Purpose: California Cancer Registry data were used to explore the impact of hepatocellular carcinoma (HCC) surveillance on patient outcomes. The purpose of this analysis was to determine the trend in diagnosis of early-stage HCC in California from 1988 to 2010.
Methods: Patients 20+ years old, diagnosed with early HCC during 1988-2010 in California, were included. Stratified proportions of early HCC were evaluated to estimate any trends and significant disparities. The primary endpoint was the average annual percent change (AAPC) of the proportion of early-stage HCC; 2- and 5-year survival trends were calculated for age, sex, race, SES, and stage.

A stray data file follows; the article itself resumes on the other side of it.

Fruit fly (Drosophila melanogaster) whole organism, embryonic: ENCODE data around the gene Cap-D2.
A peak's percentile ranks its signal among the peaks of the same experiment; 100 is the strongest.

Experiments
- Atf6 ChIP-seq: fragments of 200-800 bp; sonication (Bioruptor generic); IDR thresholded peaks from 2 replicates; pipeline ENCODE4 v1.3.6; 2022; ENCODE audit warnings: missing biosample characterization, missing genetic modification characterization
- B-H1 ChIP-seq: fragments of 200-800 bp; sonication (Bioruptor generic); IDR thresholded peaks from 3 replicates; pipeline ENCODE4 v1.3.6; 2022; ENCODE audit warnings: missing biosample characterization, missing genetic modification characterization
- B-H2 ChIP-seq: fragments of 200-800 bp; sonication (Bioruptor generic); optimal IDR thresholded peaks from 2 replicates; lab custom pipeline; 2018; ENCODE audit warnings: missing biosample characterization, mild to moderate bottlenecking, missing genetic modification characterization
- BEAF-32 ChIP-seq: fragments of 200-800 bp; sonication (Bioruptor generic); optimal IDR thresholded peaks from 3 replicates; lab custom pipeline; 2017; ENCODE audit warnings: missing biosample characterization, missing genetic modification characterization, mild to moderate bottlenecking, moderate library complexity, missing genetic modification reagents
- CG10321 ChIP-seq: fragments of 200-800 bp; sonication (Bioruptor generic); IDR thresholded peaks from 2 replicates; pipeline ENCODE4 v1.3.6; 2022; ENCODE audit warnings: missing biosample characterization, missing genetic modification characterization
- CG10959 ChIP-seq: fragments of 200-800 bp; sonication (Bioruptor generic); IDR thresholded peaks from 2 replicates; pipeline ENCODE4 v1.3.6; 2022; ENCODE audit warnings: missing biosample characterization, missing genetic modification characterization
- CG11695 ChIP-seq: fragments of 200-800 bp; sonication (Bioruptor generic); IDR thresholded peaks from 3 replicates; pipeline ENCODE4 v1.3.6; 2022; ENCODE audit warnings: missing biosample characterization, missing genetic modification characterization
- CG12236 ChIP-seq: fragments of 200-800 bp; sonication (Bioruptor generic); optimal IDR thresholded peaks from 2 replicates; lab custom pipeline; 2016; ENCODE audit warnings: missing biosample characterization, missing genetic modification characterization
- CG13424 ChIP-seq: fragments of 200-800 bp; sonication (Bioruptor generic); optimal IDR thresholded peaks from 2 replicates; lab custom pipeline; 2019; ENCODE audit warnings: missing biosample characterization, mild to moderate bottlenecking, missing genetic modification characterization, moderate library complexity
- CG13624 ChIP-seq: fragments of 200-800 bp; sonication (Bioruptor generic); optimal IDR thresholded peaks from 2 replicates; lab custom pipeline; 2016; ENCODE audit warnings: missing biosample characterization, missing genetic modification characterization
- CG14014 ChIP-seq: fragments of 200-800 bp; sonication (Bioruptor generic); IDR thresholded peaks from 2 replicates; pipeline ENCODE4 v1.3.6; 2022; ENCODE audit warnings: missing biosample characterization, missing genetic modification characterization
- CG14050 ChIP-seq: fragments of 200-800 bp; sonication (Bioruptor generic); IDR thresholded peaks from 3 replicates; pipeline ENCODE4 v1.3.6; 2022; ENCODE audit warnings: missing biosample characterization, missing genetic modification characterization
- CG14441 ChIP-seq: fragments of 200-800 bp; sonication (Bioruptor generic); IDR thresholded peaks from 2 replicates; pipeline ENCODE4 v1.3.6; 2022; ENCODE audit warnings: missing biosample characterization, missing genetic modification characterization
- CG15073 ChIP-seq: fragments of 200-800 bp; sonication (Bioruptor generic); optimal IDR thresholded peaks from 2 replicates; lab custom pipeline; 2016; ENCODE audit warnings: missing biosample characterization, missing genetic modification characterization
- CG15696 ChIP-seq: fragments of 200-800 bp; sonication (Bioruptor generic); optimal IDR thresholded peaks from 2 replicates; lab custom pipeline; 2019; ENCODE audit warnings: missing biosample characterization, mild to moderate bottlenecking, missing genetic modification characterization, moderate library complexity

Results: A total of 13,855 patients were diagnosed with early HCC. The proportion of patients diagnosed early increased from 19.2 to 49.2 % between 1988 and 2010, at an AAPC of 4.3 %. The proportion of cases diagnosed with early HCC increased in all demographic groups. Both the 2- and 5-year cause-specific survival analyses showed that survival among HCC patients has been increasing since 1988.
Conclusion: The proportion of HCC cases diagnosed early, and the 2- and 5-year survival trends of all HCC patients have increased in California since 1988. It is not entirely clear whether better diagnostic imaging or better surveillance has led to these findings and whether earlier diagnosis has led to improved patient survival. This increase in survival among patients with HCC may be correlated with the innovation of new treatments and most importantly that patients are being diagnosed earlier to receive such treatments.
Keywords: Average annual percent change (AAPC); Early HCC; Hepatocellular carcinoma; Liver cancer; Survival analysis.